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  • Review article
  • Open Access

TRPA1 and other TRP channels in migraine

  • 1Email author,
  • 1,
  • 1,
  • 1,
  • 1 and
  • 1
The Journal of Headache and Pain201314:71

  • Received: 22 May 2013
  • Accepted: 10 August 2013
  • Published:


Ever since their identification, interest in the role of transient receptor potential (TRP) channels in health and disease has steadily increased. Robust evidence has underlined the role of TRP channels expressed in a subset of primary sensory neurons of the trigeminal ganglion to promote, by neuronal excitation, nociceptive responses, allodynia and hyperalgesia. In particular, the TRP vanilloid 1 (TRPV1) and the TRP ankyrin 1 (TRPA1) are expressed in nociceptive neurons, which also express the sensory neuropeptides, tachykinins, and calcitonin gene-related peptide (CGRP), which mediate neurogenic inflammatory responses. Of interest, CGRP released from the trigeminovascular network of neurons is currently recognized as a main contributing mechanism of migraine attack. The ability of TRPA1 to sense and to be activated by an unprecedented series of exogenous and endogenous reactive molecules has now been extensively documented. Several of the TRPA1 activators are also known as triggers of migraine attack. Thus, TRP channels, and particularly TRPA1, may be proposed as novel pathways in migraine pathophysiology and as possible new targets for its treatment.


  • Migraine
  • Transient receptor potential ankyrin 1 (TRPA1)
  • Transient receptor potential vanilloid 1 (TRPV1)
  • Calcitonin gene-related peptide (CGRP)
  • Neurogenic inflammation
  • ThermoTRP
  • Headache
  • Pain


TRP channels

The observation that the stimulation of a specific receptor, and the consequent, associated transient inward current [1, 2] are necessary to vision in Drosophila melanogaster has been the primal evidence of the transient receptor potential (TRP) family of channels, which currently encompasses more than 50 different channels [3]. TRP channels represent a heterogeneous system oriented towards environment perception, and participating in sensing visual, gustatory, olfactive, auditive, mechanical, thermal, and osmotic stimuli. TRP channels consist of six transmembrane domains (S1-S6) with both the NH2 and COOH termini localized into the cytosol. The COOH region is highly conserved among TRPs, whereas the NH2 region usually contains different numbers of ankyrin repeats, the 33-residue motifs with a conserved backbone and variable residues that mediate protein-protein interactions [4]. The entry of cations through homo- or heterotetramers occurs via the pore formed by loops between the S5 and S6 domains. TRPs are commonly described as nonselective Ca2+-permeable channels, however, their Ca2+/Na+ permeability ratio may vary widely between different members of the TRP family [5].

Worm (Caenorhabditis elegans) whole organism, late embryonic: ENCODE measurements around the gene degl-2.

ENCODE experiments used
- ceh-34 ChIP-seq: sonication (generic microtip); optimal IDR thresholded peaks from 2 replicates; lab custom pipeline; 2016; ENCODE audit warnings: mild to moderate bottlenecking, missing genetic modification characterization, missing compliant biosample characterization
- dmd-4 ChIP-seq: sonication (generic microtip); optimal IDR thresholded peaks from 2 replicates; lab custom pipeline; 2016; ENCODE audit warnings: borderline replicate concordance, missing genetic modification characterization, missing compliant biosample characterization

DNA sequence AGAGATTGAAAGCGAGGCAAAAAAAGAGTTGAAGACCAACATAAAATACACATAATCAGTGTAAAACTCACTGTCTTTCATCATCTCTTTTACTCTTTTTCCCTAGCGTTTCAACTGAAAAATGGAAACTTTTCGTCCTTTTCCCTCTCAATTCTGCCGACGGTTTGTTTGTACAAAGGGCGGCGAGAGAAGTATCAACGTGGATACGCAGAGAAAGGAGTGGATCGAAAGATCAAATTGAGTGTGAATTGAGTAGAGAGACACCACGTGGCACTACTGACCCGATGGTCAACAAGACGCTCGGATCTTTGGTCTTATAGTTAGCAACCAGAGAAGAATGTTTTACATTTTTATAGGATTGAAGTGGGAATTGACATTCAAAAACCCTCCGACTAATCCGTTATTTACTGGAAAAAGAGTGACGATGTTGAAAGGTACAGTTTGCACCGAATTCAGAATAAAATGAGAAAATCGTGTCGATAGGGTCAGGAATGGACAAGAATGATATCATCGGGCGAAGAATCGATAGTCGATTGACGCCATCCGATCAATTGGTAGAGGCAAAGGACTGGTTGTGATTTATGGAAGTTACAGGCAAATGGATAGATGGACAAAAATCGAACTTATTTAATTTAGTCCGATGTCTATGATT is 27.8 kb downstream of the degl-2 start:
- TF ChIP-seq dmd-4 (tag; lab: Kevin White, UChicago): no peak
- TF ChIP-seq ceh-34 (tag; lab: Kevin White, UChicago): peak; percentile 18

TRP channel gating is operated by both the direct action on the channel of a plethora of exogenous and endogenous physicochemical stimuli, and changes in the intracellular machinery, including activation of G-protein coupled receptor (GPCR) or tyrosine kinase receptor [6]. In mammals, the TRP family consists of 28 proteins grouped into 6 subfamilies according to sequence identity, namely TRP canonical (TRPC), TRP vanilloid (TRPV), TRP melastatin (TRPM), TRP polycystin (TRPP), TRP mucolipin (TRPML), and TRP ankyrin (TRPA) [7, 8]. The mammalian TRPC subfamily enlists 7 members (TRPC1-7), activated by the stimulation of GPCR and receptor tyrosine kinases [9], although TRPC1 seems to be directly activated by membrane stretch [10]. The TRPM has 8 members (TRPM1-8), and TRPM8 is activated by menthol and low temperatures (< 25°C). Of the three TRPML members, TRPML1 is widely expressed and has been described as an H+-sensor of endosomes/lysosomes, where it probably prevents overacidification [11]. The TRPP family can be subdivided into PKD1-like (TRPP1-like) and PKD2-like (TRPP2-like) proteins, which couple to act as a signaling complex at the plasma membrane plasma membrane [12]. Various diseases have been attributed to mutations of TRP channels. However, only a few TRP channelopathies, commonly known as “TRPpathies”, have been conclusively identified so far. TRPpathies include neurological disorders, renal diseases, and complex skeletal dysplasias [13].

TRPA1 and other thermo-TRPs

Primary sensory neurons express different TRP channels, including four of the six members of the TRPV subfamily. TRPV1, TRPV2, TRPV3, and TRPV4 channels sense warm-hot temperatures and are chemosensors for a large series of naturally occurring and synthetic ligands. TRPV1, the receptor of the vanilloid compound capsaicin (which promoted the labeling of the group with the V), is responsive to high proton concentrations (pH 5–6) [14, 15], anandamide [16] and various lipid derivatives [17]. Camphor and hypotonic solutions are non-selective activators of the TRPV3 and TRPV4, respectively [18, 19]. The synthetic compound 4α-phorbol 12,13-didecanoate (4α-PDD), low pH, citrate, endocannabinoids, and arachidonic acid metabolites may also gate TRPV4 [20, 21]. Activators of TRPV2 are not well identified, although the uricosuric agent probenecid can activate the channel [22]. Additional TRPs expressed in nociceptors are TRPA1 and TRPM8. Finally, there is also evidence that TRPM3, rather uniquely activated by pregnenolone sulfate, seems to be also expressed in primary sensory neurons [23].